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Millican Valley pictograph site listed nationally

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BEND, Ore. (AP) – An American Indian spiritual site in the Millican Valley has been listed on the National Register of Historic Places, and archeologists and others hope the recognition will cut down on vandalism.

Pictographs painted mostly in red, some that may date back to 1500 B.C., have been chipped, shot at and covered with chalk.

Burns Paiute tribal elder Minerva Soucie said her parents in the 1950s often stopped at the site to show their children the pictographs, many painted by Northern Paiute people.

“It was a place (where) people come and look for direction, or to be used maybe in a spiritual quest process for their lives,” Soucie said.

Two decades later, she saw that change.

“I liked going there until I went one time and it was vandalized,” Soucie said. “It looked like there were panels trying to be chipped off, and that to me was a desecration of our teachings

or our spiritual way of life.”

The site was listed on the National Register of Historic Places in mid-July.

Paiute Indians – who are associated with the Confederated Tribes of Warm Springs, the Burns Paiute Tribe and the Klamath Tribes – continue to use the site.

Cara Kazer, an architectural historian in the State Historic Preservation Office, said Oregon has about 33,000 known archaeological sites, but only between 120 and 130 of those are listed on the National Register of Historic Places. Oregon has a total of 1,902 listings on the register.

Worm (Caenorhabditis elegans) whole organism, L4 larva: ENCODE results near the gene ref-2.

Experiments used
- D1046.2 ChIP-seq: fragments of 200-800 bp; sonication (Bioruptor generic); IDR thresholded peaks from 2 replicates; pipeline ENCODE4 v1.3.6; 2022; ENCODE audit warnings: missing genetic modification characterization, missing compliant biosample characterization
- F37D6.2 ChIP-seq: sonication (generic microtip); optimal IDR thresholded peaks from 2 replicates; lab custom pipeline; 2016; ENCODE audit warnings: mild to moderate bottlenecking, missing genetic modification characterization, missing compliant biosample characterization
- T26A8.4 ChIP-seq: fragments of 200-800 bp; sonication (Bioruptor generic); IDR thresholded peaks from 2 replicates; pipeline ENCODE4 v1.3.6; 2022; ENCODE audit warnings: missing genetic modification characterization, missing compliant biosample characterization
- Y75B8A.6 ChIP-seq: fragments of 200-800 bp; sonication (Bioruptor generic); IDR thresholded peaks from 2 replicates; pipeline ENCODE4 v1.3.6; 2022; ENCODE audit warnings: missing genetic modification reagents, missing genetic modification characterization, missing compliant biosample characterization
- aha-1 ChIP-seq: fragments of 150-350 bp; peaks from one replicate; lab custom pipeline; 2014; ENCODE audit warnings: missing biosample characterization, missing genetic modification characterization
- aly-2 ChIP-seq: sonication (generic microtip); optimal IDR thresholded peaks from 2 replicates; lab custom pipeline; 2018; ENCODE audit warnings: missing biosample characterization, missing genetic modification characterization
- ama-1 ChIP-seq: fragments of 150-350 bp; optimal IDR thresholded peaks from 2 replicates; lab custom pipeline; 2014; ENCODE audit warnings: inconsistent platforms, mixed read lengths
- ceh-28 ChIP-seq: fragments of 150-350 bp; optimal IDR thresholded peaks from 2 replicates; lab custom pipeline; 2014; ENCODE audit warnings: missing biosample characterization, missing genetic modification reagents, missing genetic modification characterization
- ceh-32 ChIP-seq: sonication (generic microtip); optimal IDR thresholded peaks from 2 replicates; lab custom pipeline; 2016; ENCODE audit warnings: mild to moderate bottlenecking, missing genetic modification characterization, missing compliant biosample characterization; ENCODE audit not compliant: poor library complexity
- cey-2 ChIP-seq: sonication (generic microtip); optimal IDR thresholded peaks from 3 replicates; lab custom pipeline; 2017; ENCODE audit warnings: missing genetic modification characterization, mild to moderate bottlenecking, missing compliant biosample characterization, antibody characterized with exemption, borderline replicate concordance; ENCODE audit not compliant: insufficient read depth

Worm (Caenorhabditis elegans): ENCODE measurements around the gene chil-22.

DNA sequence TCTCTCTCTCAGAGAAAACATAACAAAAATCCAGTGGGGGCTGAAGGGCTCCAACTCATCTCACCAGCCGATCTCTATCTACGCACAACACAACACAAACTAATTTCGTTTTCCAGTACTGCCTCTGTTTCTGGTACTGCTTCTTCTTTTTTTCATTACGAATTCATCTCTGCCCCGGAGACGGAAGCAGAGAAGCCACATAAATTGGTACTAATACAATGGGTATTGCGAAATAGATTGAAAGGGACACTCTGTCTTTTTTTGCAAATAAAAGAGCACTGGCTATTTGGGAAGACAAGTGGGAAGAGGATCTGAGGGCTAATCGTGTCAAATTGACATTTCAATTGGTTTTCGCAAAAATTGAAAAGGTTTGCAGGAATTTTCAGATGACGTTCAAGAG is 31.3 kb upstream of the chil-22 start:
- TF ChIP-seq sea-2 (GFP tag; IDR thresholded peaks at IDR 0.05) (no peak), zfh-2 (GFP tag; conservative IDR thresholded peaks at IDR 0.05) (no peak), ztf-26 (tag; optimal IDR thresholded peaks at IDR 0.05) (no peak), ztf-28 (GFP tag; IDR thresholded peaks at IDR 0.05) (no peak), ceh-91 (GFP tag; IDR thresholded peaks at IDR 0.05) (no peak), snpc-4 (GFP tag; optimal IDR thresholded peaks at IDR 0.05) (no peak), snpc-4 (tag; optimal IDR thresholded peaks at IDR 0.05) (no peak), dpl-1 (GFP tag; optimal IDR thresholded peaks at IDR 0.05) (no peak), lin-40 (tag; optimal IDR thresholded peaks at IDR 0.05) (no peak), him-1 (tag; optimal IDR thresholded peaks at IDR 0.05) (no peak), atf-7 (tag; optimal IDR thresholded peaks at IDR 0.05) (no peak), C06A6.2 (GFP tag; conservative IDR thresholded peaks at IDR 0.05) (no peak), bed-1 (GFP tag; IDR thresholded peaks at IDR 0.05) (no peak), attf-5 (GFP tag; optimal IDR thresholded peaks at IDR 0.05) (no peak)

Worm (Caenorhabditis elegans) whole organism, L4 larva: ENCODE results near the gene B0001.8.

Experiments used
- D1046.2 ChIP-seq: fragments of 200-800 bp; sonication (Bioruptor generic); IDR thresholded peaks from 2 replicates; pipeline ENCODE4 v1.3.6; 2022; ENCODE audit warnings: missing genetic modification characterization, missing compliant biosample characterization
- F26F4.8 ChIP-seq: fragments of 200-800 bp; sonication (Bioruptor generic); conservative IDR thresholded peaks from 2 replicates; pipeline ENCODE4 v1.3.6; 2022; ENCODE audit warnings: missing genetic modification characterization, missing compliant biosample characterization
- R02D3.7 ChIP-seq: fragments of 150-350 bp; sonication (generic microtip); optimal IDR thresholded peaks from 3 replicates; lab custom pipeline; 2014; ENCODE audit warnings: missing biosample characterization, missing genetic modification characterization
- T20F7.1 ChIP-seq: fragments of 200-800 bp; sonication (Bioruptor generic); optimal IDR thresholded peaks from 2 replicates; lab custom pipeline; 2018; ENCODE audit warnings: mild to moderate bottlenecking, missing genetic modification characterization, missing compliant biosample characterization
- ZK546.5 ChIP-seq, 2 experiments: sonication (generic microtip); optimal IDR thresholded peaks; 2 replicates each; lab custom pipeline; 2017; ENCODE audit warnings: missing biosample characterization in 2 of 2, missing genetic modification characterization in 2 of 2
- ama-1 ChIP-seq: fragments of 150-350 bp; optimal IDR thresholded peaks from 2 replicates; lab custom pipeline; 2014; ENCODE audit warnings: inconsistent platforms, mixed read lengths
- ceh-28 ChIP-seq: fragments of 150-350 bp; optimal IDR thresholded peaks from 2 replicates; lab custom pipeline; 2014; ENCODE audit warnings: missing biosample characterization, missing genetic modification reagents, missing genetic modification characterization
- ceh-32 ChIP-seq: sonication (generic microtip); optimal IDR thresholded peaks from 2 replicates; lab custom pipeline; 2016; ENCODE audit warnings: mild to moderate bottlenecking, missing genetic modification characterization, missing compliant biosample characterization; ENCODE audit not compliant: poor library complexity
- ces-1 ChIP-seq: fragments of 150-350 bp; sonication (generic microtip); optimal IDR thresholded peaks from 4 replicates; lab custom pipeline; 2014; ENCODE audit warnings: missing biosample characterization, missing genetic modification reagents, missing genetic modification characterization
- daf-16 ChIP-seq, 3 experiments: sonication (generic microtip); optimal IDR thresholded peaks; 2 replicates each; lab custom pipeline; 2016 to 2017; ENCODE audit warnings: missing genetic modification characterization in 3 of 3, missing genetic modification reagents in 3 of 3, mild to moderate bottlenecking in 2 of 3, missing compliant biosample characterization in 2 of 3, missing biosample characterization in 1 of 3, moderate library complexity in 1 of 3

The newly registered site is on private property. The State Historic Preservation Office redacted large sections of the draft nomination form before releasing it to The Bulletin of Bend, citing the need to keep the location secret.

The pictographs probably date from 1500 B.C. to A.D. 1900, “when access to the site by the Paiute became limited due to their removal to reservations and further intrusions by Euro-American settlers,” according to the nomination form.

People who stopped at the area might have been hunting, trading or traveling to Northern Paiute gatherings. People also considered it a powerful spiritual site.

The latest paintings at the site were probably created by Northern Paiute people who moved into central Oregon within the last 1,000 years, according to the nomination form. Faded pigment underneath some of those could come from earlier paintings and suggests people used the area earlier.

Images include human and animal stick figures, lizards, tally marks and abstract paintings such as grids, zigzags, chevrons and ladder figures.

Since the 1920s, visitors outlined the images with chalk to make them more visible for pictures. The chalk was offensive to American Indians who use the site, according to the nomination form. In 1988, members of the Confederated Tribes of Warm Springs restored the pictographs by removing the chalk with water and brushes.

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